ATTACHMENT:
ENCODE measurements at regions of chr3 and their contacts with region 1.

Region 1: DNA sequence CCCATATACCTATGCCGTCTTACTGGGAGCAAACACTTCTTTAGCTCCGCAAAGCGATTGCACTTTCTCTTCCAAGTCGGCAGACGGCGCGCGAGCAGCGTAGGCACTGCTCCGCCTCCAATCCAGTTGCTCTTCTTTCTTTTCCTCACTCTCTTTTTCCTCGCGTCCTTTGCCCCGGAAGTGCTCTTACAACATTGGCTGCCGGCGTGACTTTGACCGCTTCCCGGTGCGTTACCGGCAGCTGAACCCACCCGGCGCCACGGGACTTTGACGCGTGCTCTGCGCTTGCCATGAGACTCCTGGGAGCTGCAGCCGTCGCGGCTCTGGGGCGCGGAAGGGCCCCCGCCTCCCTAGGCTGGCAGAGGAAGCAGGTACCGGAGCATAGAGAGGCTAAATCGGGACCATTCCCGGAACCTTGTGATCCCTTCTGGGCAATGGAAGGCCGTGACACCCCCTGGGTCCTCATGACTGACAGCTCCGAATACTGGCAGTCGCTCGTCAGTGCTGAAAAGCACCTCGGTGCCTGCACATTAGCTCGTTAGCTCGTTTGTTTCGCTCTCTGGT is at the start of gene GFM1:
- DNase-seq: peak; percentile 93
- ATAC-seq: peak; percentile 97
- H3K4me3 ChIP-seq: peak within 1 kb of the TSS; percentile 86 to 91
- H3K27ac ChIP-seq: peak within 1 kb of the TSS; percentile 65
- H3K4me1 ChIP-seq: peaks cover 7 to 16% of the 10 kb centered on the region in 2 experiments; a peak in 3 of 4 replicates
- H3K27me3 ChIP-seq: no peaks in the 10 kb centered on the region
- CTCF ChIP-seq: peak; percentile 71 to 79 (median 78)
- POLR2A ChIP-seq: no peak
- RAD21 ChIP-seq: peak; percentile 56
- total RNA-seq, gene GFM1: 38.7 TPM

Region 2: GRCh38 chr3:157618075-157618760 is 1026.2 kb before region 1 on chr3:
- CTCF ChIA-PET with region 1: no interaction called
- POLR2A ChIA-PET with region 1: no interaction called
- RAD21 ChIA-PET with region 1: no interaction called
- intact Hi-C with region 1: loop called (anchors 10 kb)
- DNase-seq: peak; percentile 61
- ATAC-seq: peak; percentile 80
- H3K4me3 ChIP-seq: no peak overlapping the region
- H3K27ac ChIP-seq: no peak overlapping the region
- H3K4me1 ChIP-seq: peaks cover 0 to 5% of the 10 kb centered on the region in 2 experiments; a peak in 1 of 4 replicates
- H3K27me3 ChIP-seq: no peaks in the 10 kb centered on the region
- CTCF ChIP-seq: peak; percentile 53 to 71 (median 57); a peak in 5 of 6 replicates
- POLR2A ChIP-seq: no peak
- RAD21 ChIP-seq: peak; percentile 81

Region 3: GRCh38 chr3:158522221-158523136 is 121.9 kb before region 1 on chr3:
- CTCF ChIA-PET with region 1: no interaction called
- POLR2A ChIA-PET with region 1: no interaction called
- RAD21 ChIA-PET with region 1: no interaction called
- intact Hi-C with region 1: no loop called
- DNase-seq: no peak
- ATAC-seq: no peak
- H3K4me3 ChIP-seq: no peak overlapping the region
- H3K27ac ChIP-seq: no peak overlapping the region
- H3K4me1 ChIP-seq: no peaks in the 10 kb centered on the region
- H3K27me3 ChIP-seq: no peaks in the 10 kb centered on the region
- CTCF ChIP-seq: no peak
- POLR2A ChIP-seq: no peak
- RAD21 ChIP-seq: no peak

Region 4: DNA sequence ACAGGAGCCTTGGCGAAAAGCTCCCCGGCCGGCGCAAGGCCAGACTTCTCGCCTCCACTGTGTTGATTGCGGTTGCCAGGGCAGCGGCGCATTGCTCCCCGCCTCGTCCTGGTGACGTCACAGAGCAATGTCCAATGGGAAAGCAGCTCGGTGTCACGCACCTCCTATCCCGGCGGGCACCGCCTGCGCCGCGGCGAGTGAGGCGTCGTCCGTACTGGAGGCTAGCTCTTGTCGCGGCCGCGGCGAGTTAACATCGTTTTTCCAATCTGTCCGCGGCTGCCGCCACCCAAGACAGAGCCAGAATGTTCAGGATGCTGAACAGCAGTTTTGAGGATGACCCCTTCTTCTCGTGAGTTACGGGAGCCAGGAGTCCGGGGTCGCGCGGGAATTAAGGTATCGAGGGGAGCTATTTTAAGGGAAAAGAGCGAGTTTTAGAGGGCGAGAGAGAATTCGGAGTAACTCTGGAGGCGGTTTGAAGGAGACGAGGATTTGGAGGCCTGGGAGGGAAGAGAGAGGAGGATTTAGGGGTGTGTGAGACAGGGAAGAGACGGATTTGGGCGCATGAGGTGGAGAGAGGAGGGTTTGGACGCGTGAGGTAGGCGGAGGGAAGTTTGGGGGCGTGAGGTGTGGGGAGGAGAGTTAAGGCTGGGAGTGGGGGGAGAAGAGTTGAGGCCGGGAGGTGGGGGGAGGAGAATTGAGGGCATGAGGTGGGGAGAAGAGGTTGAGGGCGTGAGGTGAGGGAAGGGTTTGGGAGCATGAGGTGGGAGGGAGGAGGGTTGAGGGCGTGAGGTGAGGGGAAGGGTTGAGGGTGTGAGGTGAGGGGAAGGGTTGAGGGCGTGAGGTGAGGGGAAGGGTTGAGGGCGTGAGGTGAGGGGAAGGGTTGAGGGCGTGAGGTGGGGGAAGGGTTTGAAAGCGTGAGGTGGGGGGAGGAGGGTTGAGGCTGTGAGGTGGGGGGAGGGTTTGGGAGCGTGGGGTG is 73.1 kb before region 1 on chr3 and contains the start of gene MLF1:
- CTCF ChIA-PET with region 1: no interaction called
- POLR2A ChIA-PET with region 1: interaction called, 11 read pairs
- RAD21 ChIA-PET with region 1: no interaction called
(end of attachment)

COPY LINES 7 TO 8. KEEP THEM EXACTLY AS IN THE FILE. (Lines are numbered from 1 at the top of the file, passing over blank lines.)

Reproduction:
- H3K4me1 ChIP-seq: peaks cover 7 to 16% of the 10 kb centered on the region in 2 experiments; a peak in 3 of 4 replicates
- H3K27me3 ChIP-seq: no peaks in the 10 kb centered on the region